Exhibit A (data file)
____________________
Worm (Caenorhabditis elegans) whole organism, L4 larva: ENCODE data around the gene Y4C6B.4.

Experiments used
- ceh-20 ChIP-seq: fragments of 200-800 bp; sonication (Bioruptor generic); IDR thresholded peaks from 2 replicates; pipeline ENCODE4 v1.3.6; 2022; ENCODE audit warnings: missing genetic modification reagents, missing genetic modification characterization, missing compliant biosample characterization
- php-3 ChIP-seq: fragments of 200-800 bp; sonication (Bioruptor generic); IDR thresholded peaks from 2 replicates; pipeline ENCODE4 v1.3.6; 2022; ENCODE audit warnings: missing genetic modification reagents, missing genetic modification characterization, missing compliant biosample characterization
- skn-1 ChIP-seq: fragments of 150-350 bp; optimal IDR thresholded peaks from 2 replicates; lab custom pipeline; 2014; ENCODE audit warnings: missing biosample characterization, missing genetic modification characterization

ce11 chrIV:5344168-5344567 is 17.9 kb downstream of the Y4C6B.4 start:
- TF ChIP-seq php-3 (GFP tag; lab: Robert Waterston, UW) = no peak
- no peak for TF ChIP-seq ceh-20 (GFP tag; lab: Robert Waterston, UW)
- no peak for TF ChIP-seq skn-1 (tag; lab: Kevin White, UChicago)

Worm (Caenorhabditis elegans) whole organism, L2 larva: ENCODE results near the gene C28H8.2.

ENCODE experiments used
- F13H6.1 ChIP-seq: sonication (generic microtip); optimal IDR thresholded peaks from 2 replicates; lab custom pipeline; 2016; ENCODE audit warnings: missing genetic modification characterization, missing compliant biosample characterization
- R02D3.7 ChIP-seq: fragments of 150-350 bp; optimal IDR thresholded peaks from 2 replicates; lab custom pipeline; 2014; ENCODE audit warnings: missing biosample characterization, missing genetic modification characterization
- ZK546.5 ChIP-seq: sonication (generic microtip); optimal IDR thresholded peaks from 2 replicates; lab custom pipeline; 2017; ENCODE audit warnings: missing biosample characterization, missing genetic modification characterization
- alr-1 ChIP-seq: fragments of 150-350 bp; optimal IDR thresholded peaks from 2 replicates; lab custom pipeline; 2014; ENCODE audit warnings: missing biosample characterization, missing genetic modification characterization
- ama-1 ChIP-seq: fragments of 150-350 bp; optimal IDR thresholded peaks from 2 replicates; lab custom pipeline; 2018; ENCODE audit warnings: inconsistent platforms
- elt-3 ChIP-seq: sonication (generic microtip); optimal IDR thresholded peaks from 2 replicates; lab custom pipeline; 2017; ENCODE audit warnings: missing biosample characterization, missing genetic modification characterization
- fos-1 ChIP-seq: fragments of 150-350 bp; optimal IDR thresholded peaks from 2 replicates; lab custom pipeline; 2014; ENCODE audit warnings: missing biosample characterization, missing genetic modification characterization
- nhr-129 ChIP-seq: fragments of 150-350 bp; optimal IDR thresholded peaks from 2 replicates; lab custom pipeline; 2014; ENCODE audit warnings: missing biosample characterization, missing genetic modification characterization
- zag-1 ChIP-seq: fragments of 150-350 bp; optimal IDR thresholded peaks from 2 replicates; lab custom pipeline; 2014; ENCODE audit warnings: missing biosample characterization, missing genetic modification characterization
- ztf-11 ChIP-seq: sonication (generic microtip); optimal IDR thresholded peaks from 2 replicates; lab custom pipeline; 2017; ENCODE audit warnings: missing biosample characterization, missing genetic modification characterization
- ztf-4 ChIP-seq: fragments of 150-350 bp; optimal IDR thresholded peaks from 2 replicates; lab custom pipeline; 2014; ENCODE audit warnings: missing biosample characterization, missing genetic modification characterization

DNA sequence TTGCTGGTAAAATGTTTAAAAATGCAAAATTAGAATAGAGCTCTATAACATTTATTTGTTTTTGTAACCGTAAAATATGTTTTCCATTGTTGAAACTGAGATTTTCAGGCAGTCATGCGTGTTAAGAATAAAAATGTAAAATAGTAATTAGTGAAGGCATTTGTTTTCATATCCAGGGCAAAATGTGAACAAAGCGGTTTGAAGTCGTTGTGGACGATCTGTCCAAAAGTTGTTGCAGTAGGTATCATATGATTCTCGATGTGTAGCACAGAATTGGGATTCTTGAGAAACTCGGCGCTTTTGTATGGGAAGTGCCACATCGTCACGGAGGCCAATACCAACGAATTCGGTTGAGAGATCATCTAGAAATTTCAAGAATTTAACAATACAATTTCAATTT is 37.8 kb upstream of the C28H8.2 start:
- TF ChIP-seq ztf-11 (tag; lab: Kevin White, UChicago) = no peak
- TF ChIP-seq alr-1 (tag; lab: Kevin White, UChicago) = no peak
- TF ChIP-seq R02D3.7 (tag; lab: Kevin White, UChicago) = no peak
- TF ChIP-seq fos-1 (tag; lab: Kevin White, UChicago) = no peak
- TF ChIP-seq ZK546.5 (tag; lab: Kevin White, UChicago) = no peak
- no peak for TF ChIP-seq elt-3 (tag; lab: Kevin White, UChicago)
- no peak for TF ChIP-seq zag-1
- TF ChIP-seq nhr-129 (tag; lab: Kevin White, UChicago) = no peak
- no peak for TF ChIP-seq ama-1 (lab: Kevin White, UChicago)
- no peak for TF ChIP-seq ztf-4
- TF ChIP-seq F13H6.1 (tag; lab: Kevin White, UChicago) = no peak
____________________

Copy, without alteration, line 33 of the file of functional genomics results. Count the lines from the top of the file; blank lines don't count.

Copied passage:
- no peak for TF ChIP-seq ztf-4